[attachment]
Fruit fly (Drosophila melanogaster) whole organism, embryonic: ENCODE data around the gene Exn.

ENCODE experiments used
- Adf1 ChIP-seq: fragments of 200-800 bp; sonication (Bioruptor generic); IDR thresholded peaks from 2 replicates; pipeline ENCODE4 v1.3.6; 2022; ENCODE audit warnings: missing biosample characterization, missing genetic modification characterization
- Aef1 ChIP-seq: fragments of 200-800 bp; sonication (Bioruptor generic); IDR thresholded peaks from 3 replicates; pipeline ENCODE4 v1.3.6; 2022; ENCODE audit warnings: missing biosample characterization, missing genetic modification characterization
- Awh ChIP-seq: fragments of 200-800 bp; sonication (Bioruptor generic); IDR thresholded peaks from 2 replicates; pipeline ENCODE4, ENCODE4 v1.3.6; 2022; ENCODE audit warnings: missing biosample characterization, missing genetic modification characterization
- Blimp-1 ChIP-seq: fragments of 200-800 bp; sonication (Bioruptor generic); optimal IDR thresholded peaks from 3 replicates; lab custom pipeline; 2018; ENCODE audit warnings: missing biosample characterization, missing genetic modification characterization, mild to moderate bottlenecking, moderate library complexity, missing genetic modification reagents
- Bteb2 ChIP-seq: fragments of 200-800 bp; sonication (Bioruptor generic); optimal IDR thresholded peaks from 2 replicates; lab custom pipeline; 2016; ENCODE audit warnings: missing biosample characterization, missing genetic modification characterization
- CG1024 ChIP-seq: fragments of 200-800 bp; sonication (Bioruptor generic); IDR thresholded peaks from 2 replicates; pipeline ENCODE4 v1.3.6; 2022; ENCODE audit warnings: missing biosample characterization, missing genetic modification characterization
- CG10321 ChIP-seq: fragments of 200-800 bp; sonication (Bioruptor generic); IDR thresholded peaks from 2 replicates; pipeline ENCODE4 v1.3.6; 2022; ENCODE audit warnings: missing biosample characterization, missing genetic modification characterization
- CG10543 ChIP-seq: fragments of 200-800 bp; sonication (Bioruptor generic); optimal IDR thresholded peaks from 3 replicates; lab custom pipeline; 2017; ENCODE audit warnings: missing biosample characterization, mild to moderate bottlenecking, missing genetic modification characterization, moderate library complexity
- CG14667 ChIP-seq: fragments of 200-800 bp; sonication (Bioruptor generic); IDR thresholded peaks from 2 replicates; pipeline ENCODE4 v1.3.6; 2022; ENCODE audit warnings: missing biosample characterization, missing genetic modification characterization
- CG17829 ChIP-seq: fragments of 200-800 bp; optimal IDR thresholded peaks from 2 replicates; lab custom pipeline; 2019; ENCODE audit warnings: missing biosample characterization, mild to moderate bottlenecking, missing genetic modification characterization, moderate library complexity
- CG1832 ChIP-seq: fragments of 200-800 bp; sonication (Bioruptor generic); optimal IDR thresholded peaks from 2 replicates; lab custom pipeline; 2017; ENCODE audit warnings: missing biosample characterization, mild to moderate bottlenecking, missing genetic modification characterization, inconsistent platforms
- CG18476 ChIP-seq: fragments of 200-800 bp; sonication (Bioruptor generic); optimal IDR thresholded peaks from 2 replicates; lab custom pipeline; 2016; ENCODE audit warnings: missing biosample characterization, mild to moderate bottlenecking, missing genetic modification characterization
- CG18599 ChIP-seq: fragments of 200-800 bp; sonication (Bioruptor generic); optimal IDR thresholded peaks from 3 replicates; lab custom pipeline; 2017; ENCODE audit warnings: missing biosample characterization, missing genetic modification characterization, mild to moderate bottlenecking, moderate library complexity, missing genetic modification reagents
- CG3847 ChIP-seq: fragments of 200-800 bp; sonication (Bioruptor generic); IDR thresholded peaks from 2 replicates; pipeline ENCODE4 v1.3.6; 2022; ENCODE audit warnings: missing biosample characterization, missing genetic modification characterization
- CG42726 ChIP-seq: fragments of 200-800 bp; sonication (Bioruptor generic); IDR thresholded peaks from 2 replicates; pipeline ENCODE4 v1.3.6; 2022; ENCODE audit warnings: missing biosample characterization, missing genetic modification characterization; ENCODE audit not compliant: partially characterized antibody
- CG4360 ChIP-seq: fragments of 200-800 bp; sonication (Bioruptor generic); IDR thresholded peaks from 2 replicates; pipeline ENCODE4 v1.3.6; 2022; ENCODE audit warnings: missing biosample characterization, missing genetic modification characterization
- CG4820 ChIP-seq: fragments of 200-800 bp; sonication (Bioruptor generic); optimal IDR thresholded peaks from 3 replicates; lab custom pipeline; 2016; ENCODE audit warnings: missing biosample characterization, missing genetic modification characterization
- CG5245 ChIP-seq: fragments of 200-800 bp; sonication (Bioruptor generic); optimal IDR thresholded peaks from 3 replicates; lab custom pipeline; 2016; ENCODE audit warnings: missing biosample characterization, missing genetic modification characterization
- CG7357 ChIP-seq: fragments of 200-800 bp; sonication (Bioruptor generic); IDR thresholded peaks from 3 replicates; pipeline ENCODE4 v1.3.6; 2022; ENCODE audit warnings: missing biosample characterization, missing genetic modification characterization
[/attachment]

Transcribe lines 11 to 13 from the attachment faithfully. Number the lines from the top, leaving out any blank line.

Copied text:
- CG14667 ChIP-seq: fragments of 200-800 bp; sonication (Bioruptor generic); IDR thresholded peaks from 2 replicates; pipeline ENCODE4 v1.3.6; 2022; ENCODE audit warnings: missing biosample characterization, missing genetic modification characterization
- CG17829 ChIP-seq: fragments of 200-800 bp; optimal IDR thresholded peaks from 2 replicates; lab custom pipeline; 2019; ENCODE audit warnings: missing biosample characterization, mild to moderate bottlenecking, missing genetic modification characterization, moderate library complexity
- CG1832 ChIP-seq: fragments of 200-800 bp; sonication (Bioruptor generic); optimal IDR thresholded peaks from 2 replicates; lab custom pipeline; 2017; ENCODE audit warnings: missing biosample characterization, mild to moderate bottlenecking, missing genetic modification characterization, inconsistent platforms